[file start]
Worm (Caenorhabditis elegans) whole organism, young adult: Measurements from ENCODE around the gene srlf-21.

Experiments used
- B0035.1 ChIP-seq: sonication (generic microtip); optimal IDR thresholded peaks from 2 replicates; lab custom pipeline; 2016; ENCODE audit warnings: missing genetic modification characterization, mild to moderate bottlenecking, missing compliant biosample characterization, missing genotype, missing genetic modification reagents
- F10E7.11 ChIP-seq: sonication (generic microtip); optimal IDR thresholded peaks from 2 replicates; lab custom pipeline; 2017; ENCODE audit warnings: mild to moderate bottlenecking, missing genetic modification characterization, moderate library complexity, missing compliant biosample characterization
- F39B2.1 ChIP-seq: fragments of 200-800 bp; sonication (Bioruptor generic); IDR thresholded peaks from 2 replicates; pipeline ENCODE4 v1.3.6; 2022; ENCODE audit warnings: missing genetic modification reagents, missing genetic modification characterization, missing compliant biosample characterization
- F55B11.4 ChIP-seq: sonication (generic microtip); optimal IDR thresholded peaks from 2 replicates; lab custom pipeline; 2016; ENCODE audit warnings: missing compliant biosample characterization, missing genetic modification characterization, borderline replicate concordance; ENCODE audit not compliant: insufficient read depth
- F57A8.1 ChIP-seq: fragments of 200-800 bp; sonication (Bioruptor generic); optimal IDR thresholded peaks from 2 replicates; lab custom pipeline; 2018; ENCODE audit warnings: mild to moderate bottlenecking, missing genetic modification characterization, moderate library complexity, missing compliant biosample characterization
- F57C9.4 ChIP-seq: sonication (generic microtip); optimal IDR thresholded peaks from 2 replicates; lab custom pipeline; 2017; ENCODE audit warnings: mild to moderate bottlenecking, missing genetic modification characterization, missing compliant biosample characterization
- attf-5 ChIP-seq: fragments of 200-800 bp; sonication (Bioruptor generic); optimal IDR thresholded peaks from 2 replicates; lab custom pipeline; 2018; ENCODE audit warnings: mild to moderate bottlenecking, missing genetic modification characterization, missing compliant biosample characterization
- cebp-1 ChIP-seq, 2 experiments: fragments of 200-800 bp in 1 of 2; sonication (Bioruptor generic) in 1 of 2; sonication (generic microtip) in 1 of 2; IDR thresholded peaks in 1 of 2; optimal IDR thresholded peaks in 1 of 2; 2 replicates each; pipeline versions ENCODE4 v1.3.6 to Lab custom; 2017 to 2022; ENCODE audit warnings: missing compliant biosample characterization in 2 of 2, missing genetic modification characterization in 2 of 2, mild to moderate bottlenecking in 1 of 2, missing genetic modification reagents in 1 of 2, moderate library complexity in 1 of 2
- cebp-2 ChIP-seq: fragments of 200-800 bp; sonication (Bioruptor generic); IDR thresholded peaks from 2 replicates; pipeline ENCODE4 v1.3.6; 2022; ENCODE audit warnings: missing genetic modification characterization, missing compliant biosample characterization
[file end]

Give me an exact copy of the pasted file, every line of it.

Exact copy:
Worm (Caenorhabditis elegans) whole organism, young adult: Measurements from ENCODE around the gene srlf-21.

Experiments used
- B0035.1 ChIP-seq: sonication (generic microtip); optimal IDR thresholded peaks from 2 replicates; lab custom pipeline; 2016; ENCODE audit warnings: missing genetic modification characterization, mild to moderate bottlenecking, missing compliant biosample characterization, missing genotype, missing genetic modification reagents
- F10E7.11 ChIP-seq: sonication (generic microtip); optimal IDR thresholded peaks from 2 replicates; lab custom pipeline; 2017; ENCODE audit warnings: mild to moderate bottlenecking, missing genetic modification characterization, moderate library complexity, missing compliant biosample characterization
- F39B2.1 ChIP-seq: fragments of 200-800 bp; sonication (Bioruptor generic); IDR thresholded peaks from 2 replicates; pipeline ENCODE4 v1.3.6; 2022; ENCODE audit warnings: missing genetic modification reagents, missing genetic modification characterization, missing compliant biosample characterization
- F55B11.4 ChIP-seq: sonication (generic microtip); optimal IDR thresholded peaks from 2 replicates; lab custom pipeline; 2016; ENCODE audit warnings: missing compliant biosample characterization, missing genetic modification characterization, borderline replicate concordance; ENCODE audit not compliant: insufficient read depth
- F57A8.1 ChIP-seq: fragments of 200-800 bp; sonication (Bioruptor generic); optimal IDR thresholded peaks from 2 replicates; lab custom pipeline; 2018; ENCODE audit warnings: mild to moderate bottlenecking, missing genetic modification characterization, moderate library complexity, missing compliant biosample characterization
- F57C9.4 ChIP-seq: sonication (generic microtip); optimal IDR thresholded peaks from 2 replicates; lab custom pipeline; 2017; ENCODE audit warnings: mild to moderate bottlenecking, missing genetic modification characterization, missing compliant biosample characterization
- attf-5 ChIP-seq: fragments of 200-800 bp; sonication (Bioruptor generic); optimal IDR thresholded peaks from 2 replicates; lab custom pipeline; 2018; ENCODE audit warnings: mild to moderate bottlenecking, missing genetic modification characterization, missing compliant biosample characterization
- cebp-1 ChIP-seq, 2 experiments: fragments of 200-800 bp in 1 of 2; sonication (Bioruptor generic) in 1 of 2; sonication (generic microtip) in 1 of 2; IDR thresholded peaks in 1 of 2; optimal IDR thresholded peaks in 1 of 2; 2 replicates each; pipeline versions ENCODE4 v1.3.6 to Lab custom; 2017 to 2022; ENCODE audit warnings: missing compliant biosample characterization in 2 of 2, missing genetic modification characterization in 2 of 2, mild to moderate bottlenecking in 1 of 2, missing genetic modification reagents in 1 of 2, moderate library complexity in 1 of 2
- cebp-2 ChIP-seq: fragments of 200-800 bp; sonication (Bioruptor generic); IDR thresholded peaks from 2 replicates; pipeline ENCODE4 v1.3.6; 2022; ENCODE audit warnings: missing genetic modification characterization, missing compliant biosample characterization